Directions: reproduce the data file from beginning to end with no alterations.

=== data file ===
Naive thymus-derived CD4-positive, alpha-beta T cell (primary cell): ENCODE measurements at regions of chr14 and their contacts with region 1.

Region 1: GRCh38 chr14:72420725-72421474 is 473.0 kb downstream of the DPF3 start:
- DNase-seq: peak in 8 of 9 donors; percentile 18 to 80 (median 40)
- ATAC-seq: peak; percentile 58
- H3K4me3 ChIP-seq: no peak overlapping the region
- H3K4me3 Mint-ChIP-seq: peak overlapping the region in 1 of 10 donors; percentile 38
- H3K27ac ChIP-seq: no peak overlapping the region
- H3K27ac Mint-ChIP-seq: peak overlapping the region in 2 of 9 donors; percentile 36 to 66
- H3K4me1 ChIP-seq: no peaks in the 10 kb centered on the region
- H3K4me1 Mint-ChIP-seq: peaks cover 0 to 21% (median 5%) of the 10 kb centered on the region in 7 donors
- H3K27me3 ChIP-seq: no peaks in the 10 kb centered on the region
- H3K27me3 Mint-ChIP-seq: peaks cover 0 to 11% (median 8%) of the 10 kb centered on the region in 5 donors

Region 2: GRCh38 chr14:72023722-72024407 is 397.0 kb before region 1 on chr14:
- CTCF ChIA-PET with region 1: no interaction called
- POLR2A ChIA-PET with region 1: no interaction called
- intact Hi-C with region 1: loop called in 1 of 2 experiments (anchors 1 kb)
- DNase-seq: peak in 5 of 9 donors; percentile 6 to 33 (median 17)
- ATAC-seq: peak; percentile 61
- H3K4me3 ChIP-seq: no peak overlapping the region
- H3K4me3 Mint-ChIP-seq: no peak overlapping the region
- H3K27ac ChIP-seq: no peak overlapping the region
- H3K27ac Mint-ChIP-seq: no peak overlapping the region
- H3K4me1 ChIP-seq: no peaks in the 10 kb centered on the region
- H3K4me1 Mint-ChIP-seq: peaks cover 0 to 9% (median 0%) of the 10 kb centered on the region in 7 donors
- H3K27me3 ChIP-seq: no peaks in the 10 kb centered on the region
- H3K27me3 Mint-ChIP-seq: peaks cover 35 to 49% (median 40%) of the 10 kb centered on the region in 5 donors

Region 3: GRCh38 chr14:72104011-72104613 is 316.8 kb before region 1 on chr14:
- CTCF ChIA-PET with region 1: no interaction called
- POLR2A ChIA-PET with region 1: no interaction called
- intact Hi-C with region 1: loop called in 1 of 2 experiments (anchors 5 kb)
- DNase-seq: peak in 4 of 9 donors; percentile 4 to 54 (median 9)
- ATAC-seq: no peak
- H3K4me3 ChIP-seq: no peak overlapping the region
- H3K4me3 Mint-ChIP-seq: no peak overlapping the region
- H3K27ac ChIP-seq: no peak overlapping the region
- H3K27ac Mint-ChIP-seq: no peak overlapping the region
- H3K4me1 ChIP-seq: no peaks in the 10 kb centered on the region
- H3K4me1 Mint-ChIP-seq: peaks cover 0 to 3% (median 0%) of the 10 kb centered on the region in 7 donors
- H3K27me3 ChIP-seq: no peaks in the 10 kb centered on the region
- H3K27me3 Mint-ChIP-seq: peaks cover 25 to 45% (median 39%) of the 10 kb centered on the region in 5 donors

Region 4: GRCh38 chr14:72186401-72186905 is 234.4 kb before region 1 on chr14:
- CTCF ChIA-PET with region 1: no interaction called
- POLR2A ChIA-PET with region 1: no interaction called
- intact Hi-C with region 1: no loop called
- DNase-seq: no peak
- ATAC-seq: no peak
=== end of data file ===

Naive thymus-derived CD4-positive, alpha-beta T cell (primary cell): ENCODE measurements at regions of chr14 and their contacts with region 1.

Region 1: GRCh38 chr14:72420725-72421474 is 473.0 kb downstream of the DPF3 start:
- DNase-seq: peak in 8 of 9 donors; percentile 18 to 80 (median 40)
- ATAC-seq: peak; percentile 58
- H3K4me3 ChIP-seq: no peak overlapping the region
- H3K4me3 Mint-ChIP-seq: peak overlapping the region in 1 of 10 donors; percentile 38
- H3K27ac ChIP-seq: no peak overlapping the region
- H3K27ac Mint-ChIP-seq: peak overlapping the region in 2 of 9 donors; percentile 36 to 66
- H3K4me1 ChIP-seq: no peaks in the 10 kb centered on the region
- H3K4me1 Mint-ChIP-seq: peaks cover 0 to 21% (median 5%) of the 10 kb centered on the region in 7 donors
- H3K27me3 ChIP-seq: no peaks in the 10 kb centered on the region
- H3K27me3 Mint-ChIP-seq: peaks cover 0 to 11% (median 8%) of the 10 kb centered on the region in 5 donors

Region 2: GRCh38 chr14:72023722-72024407 is 397.0 kb before region 1 on chr14:
- CTCF ChIA-PET with region 1: no interaction called
- POLR2A ChIA-PET with region 1: no interaction called
- intact Hi-C with region 1: loop called in 1 of 2 experiments (anchors 1 kb)
- DNase-seq: peak in 5 of 9 donors; percentile 6 to 33 (median 17)
- ATAC-seq: peak; percentile 61
- H3K4me3 ChIP-seq: no peak overlapping the region
- H3K4me3 Mint-ChIP-seq: no peak overlapping the region
- H3K27ac ChIP-seq: no peak overlapping the region
- H3K27ac Mint-ChIP-seq: no peak overlapping the region
- H3K4me1 ChIP-seq: no peaks in the 10 kb centered on the region
- H3K4me1 Mint-ChIP-seq: peaks cover 0 to 9% (median 0%) of the 10 kb centered on the region in 7 donors
- H3K27me3 ChIP-seq: no peaks in the 10 kb centered on the region
- H3K27me3 Mint-ChIP-seq: peaks cover 35 to 49% (median 40%) of the 10 kb centered on the region in 5 donors

Region 3: GRCh38 chr14:72104011-72104613 is 316.8 kb before region 1 on chr14:
- CTCF ChIA-PET with region 1: no interaction called
- POLR2A ChIA-PET with region 1: no interaction called
- intact Hi-C with region 1: loop called in 1 of 2 experiments (anchors 5 kb)
- DNase-seq: peak in 4 of 9 donors; percentile 4 to 54 (median 9)
- ATAC-seq: no peak
- H3K4me3 ChIP-seq: no peak overlapping the region
- H3K4me3 Mint-ChIP-seq: no peak overlapping the region
- H3K27ac ChIP-seq: no peak overlapping the region
- H3K27ac Mint-ChIP-seq: no peak overlapping the region
- H3K4me1 ChIP-seq: no peaks in the 10 kb centered on the region
- H3K4me1 Mint-ChIP-seq: peaks cover 0 to 3% (median 0%) of the 10 kb centered on the region in 7 donors
- H3K27me3 ChIP-seq: no peaks in the 10 kb centered on the region
- H3K27me3 Mint-ChIP-seq: peaks cover 25 to 45% (median 39%) of the 10 kb centered on the region in 5 donors

Region 4: GRCh38 chr14:72186401-72186905 is 234.4 kb before region 1 on chr14:
- CTCF ChIA-PET with region 1: no interaction called
- POLR2A ChIA-PET with region 1: no interaction called
- intact Hi-C with region 1: no loop called
- DNase-seq: no peak
- ATAC-seq: no peak